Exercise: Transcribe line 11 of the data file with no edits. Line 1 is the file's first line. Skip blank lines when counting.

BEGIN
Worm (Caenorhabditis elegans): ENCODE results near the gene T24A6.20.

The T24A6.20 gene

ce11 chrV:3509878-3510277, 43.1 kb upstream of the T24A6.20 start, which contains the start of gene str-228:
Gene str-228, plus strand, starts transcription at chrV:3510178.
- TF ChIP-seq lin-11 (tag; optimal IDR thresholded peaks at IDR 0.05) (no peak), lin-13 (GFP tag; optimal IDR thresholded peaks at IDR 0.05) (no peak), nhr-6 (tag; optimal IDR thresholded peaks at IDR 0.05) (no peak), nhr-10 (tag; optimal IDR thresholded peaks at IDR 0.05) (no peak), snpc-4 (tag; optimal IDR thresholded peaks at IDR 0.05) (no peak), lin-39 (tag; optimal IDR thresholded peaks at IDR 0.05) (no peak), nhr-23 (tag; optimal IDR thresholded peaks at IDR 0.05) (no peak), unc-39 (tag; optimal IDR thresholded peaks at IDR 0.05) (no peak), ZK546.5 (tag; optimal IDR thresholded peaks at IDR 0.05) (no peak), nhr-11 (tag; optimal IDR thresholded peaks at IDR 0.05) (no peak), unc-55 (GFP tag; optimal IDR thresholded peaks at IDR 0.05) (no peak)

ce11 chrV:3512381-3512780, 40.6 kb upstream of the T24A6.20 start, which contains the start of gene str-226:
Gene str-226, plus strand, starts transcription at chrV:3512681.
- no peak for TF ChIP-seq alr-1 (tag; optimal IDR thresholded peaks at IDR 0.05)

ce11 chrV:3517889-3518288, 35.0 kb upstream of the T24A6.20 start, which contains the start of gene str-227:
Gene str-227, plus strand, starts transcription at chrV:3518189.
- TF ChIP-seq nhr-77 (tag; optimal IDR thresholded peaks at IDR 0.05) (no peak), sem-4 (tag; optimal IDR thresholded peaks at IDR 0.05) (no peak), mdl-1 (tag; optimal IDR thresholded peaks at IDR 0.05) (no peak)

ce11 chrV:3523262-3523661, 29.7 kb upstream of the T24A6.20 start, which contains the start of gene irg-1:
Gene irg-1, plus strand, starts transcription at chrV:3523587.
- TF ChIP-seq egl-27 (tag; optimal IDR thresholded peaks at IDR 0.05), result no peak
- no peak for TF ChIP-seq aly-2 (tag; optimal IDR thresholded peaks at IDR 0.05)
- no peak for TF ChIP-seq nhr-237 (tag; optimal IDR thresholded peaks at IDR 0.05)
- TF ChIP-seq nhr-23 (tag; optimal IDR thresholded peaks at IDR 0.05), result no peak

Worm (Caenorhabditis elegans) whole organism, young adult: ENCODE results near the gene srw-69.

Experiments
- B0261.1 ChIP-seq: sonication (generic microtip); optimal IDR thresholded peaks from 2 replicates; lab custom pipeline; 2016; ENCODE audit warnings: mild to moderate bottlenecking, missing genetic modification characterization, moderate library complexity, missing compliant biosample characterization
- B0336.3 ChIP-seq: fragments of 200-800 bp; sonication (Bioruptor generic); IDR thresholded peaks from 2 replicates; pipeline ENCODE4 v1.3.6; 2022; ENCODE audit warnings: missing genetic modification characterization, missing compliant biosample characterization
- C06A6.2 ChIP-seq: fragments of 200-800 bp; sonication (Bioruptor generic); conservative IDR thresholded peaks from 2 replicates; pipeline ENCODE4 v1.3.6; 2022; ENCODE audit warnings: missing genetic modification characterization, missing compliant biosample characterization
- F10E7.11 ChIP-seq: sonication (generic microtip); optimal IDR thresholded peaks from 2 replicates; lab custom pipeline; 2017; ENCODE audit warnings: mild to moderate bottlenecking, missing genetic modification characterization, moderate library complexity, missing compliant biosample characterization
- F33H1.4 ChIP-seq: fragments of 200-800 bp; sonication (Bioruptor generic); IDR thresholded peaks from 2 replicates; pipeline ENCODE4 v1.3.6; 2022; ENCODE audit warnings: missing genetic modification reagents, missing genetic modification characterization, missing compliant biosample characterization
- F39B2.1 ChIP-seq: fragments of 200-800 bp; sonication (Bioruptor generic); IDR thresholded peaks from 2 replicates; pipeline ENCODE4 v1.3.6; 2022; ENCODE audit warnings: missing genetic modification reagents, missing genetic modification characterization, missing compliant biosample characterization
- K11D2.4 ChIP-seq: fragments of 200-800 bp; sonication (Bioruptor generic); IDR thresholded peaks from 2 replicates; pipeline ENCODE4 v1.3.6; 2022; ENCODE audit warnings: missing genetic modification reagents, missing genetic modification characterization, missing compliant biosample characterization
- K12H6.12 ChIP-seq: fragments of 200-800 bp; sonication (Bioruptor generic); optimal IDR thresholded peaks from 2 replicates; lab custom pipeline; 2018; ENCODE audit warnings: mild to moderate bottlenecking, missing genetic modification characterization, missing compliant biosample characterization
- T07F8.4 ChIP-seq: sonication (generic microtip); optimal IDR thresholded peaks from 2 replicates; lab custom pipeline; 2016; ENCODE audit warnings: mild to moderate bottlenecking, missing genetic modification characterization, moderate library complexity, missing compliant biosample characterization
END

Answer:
- TF ChIP-seq nhr-77 (tag; optimal IDR thresholded peaks at IDR 0.05) (no peak), sem-4 (tag; optimal IDR thresholded peaks at IDR 0.05) (no peak), mdl-1 (tag; optimal IDR thresholded peaks at IDR 0.05) (no peak)